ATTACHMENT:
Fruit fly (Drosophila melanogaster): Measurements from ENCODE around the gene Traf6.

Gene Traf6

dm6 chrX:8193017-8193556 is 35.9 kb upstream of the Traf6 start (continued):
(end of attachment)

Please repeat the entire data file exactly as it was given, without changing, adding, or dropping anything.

Fruit fly (Drosophila melanogaster): Measurements from ENCODE around the gene Traf6.

Gene Traf6

dm6 chrX:8193017-8193556 is 35.9 kb upstream of the Traf6 start (continued):